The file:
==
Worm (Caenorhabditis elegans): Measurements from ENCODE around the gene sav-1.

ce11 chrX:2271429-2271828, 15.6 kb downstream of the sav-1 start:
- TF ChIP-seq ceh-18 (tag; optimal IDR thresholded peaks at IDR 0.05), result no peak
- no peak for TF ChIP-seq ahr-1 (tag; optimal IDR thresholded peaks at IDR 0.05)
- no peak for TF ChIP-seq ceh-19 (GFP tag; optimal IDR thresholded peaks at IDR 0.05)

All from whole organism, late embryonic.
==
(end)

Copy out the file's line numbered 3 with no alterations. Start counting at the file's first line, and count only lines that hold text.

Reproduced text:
- TF ChIP-seq ceh-18 (tag; optimal IDR thresholded peaks at IDR 0.05), result no peak